|TRUPIA, SABRINA - National Corn To Ethanol Research Center|
|GUNEY, A - National Corn To Ethanol Research Center|
|BECKSTEAD, ROBERT - University Of Georgia|
|CHEN, C-Y - Tufts University|
|JUNG, BYOUNGYUN - University Of Georgia|
|BATAL, AMY - University Of Georgia|
Submitted to: Poultry Science
Publication Type: Peer Reviewed Journal
Publication Acceptance Date: 10/16/2015
Publication Date: 4/26/2016
Publication URL: http://handle.nal.usda.gov/10113/5695384
Citation: Trupia, S., Winkler-Moser, J.K., Guney, A.C., Beckstead, R., Chen, C.-Y.O. 2016. Nutritional quality of eggs from hens fed distillers dried grains with solubles. Poultry Science. doi: 10.3382/ps/pew142.
Interpretive Summary: DDGS is a coproduct of corn to ethanol production. It is currently available in either regular (10% fat) or in low-fat (3-8% fat) forms, as some of the oil can be removed after ethanol production. DDGS is commonly used in cattle and other livestock feed. In poultry, including layers and broilers, it has been shown that DDGS levels up to 20% of the feed can be successfully incorporated into the diets. DDGS is concentrated, compared to regular feed corn, in many beneficial lipid phytochemicals, including tocopherols, which are Vitamin E and carotenoids, which have antioxidant activity, are beneficial for eye health, and lend desirable color to egg yolks. The purpose of this study was to determine the effect of added regular (R-DDGS) and low-fat (L-DDGS) on layer hen performance, and the nutritional quality of the eggs. The results showed that feeding up to 20% of R-DDGS and L-DDGS had no significant effect on layer growth or performance, cholesterol or lecithin content. Egg yolks from layers fed DDGS had more yellow and red color, and were enhanced in Vitamin E and xanthophylls, indicating that feeding layer hens DDGS had a positive impact on the nutritional quality of egg lipids.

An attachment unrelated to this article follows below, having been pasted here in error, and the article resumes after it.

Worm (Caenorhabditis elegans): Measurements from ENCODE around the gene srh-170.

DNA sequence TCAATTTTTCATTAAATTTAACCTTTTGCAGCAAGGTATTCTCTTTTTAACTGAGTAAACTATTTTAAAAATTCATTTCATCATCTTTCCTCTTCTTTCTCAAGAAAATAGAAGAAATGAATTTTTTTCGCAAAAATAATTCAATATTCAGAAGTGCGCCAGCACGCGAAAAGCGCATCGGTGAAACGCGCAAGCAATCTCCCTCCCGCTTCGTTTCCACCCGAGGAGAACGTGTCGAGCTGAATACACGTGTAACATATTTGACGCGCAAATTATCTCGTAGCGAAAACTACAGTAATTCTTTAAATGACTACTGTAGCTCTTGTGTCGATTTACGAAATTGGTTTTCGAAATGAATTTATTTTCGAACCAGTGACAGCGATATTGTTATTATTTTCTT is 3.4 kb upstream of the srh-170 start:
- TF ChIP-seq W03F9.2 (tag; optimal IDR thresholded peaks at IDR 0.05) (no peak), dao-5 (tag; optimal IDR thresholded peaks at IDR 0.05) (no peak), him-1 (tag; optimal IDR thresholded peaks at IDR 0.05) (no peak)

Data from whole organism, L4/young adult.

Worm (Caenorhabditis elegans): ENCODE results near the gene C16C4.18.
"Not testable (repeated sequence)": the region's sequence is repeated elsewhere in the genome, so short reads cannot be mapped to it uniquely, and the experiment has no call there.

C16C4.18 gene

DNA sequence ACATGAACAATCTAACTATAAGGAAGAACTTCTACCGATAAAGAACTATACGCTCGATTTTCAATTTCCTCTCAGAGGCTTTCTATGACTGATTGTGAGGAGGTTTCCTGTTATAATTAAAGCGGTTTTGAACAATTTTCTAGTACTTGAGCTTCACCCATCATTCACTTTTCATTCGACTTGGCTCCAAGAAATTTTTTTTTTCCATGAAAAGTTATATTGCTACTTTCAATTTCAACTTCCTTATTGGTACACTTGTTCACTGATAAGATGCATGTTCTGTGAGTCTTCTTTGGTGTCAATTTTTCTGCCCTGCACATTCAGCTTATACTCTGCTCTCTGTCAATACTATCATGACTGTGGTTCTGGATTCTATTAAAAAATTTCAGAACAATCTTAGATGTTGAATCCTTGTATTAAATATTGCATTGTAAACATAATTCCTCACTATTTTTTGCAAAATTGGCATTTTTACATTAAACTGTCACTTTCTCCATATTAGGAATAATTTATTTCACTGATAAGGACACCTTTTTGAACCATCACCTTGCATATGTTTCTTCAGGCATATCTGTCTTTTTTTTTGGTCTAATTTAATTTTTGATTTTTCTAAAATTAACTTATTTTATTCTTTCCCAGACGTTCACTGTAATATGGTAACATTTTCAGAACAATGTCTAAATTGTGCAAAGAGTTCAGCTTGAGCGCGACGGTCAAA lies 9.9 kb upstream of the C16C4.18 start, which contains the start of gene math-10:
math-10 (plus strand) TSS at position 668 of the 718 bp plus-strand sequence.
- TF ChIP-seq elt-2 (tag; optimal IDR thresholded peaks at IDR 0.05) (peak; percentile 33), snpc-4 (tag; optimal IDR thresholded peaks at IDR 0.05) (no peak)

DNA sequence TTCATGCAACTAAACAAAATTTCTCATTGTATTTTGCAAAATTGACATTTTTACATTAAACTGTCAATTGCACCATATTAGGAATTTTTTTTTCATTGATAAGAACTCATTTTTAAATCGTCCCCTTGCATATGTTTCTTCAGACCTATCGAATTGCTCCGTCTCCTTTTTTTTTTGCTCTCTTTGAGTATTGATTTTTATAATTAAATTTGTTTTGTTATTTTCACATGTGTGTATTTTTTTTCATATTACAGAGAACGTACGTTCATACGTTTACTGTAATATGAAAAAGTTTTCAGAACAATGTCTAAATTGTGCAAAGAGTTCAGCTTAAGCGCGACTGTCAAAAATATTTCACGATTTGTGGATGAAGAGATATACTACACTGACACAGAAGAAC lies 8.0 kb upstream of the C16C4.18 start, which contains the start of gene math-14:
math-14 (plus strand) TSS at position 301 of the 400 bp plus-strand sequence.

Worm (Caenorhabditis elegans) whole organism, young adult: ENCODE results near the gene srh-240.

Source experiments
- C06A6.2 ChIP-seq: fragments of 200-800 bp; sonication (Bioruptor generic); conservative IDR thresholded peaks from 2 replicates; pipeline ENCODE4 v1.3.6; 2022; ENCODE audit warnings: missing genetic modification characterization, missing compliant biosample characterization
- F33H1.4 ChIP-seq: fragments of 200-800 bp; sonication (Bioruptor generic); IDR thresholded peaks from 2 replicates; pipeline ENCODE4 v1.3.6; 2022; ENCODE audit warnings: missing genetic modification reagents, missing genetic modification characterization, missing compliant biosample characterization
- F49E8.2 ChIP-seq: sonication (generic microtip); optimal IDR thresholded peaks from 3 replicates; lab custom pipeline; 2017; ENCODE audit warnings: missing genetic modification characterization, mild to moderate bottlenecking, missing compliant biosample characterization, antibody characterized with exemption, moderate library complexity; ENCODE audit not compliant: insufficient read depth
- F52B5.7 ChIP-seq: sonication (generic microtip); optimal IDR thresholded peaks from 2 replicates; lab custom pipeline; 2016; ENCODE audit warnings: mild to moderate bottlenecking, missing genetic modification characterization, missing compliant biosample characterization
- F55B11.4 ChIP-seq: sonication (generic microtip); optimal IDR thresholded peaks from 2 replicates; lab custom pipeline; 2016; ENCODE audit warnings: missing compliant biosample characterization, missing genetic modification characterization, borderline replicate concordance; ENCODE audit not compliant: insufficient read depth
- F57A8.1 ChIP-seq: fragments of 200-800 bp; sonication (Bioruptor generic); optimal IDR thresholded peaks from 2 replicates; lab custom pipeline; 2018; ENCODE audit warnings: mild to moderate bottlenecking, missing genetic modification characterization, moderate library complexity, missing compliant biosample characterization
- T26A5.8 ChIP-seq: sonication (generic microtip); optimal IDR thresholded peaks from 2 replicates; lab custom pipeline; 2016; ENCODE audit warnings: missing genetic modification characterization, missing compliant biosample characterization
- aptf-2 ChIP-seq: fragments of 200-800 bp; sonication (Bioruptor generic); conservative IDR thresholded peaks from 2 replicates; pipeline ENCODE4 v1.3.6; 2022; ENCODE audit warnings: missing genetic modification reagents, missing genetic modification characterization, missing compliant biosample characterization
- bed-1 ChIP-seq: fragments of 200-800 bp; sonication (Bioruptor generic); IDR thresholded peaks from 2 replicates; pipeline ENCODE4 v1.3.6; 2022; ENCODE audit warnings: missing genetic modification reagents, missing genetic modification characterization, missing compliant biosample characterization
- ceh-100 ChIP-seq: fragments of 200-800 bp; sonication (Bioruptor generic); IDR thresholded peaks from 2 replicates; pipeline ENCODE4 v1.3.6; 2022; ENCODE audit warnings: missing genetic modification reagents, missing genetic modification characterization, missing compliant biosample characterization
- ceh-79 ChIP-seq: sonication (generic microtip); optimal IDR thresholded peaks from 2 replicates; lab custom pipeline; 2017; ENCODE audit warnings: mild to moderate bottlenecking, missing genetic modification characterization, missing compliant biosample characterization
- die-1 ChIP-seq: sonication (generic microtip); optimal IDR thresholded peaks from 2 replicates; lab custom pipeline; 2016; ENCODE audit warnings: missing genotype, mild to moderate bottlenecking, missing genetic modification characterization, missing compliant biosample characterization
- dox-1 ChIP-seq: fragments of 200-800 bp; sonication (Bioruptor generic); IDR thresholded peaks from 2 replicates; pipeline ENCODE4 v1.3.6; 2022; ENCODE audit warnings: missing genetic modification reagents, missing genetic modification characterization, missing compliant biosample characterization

Technical Abstract: Distiller grains with soluble (DDGS) have roughly three times the amount of oil as regular corn used in feeds, and several studies have shown that DDGS also have higher concentrations of lipophilic bioactives such as tocopherols, tocotrienols, and xanthophylls, because the levels found in whole corn are concentrated about three-fold as the starch is used up for ethanol production. About 50% of ethanol producers now remove some of the lipids from DDGS, resulting in lipid content in regular-fat DDGS ranging from 10 to 13%, and in low-fat DDGS, ranging from 3 to 8% fat. Thus far, the effect of either regular- or low-fat DDGS inclusion in the diet of laying hens on the content and composition of egg lipids has not been reported. Thus, a feeding trial was conducted with laying hens where either 10% or 20% regular-fat DDGS (R-DDGS) or low-fat DDGS (L-DDGS) were incorporated into the feed. Production parameters and the effect of DDGS on egg nutritional quality, focusing on yolk lipids, were evaluated. Neither R-DDGS nor L-DDGS at up to 20% of laying hen feeds had a statistically significant impact on hen weight gain, egg production, feed intake, feed efficiency, egg mass, or egg weight. Specific gravity was slightly lower for eggs from hens fed 10% R-DDGS or 20% L-DDGS. Eggs from layers fed DDGS had enhanced levels of tocopherols, tocotrienols, and xanthophylls in the yolk, as well as also increased yolk yellow and red color. Eggs from L-DDGS diet had higher tocopherol content, but eggs from R-DDGS diets had higher xanthophylls. Fatty acid composition in eggs was slightly altered by DDGS, but the ratio of saturated to unsaturated fatty acids remained the same. Feeding DDGS to layer hens had no effect on lecithin or cholesterol content of the eggs, and while feeds made with DDGS had higher antioxidant activity, they had no effect on the antioxidant activity of the egg yolks measured by the FRAP assay. Thus, inclusion of DDGS in the diet of laying hens resulted in increases of several beneficial lipophilic nutrients in egg yolks with no apparent detrimental effects.